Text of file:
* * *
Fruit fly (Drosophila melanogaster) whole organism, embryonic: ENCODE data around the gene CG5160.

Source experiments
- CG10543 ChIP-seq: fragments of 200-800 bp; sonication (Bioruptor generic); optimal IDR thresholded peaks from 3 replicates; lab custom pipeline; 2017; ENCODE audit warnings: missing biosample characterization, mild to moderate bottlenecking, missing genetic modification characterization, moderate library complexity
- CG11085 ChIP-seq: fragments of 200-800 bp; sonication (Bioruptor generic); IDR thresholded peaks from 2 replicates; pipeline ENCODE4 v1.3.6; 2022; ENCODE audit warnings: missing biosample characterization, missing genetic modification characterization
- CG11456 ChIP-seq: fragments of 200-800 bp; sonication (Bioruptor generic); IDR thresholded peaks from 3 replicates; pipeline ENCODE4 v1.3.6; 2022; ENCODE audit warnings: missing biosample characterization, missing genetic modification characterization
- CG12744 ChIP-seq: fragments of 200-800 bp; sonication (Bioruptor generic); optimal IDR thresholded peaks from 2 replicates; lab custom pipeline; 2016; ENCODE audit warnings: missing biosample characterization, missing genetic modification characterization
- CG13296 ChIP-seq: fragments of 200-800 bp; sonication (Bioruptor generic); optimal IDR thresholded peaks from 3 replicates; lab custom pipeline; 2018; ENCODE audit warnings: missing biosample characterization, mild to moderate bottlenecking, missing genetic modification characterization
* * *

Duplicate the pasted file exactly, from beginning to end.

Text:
Fruit fly (Drosophila melanogaster) whole organism, embryonic: ENCODE data around the gene CG5160.

Source experiments
- CG10543 ChIP-seq: fragments of 200-800 bp; sonication (Bioruptor generic); optimal IDR thresholded peaks from 3 replicates; lab custom pipeline; 2017; ENCODE audit warnings: missing biosample characterization, mild to moderate bottlenecking, missing genetic modification characterization, moderate library complexity
- CG11085 ChIP-seq: fragments of 200-800 bp; sonication (Bioruptor generic); IDR thresholded peaks from 2 replicates; pipeline ENCODE4 v1.3.6; 2022; ENCODE audit warnings: missing biosample characterization, missing genetic modification characterization
- CG11456 ChIP-seq: fragments of 200-800 bp; sonication (Bioruptor generic); IDR thresholded peaks from 3 replicates; pipeline ENCODE4 v1.3.6; 2022; ENCODE audit warnings: missing biosample characterization, missing genetic modification characterization
- CG12744 ChIP-seq: fragments of 200-800 bp; sonication (Bioruptor generic); optimal IDR thresholded peaks from 2 replicates; lab custom pipeline; 2016; ENCODE audit warnings: missing biosample characterization, missing genetic modification characterization
- CG13296 ChIP-seq: fragments of 200-800 bp; sonication (Bioruptor generic); optimal IDR thresholded peaks from 3 replicates; lab custom pipeline; 2018; ENCODE audit warnings: missing biosample characterization, mild to moderate bottlenecking, missing genetic modification characterization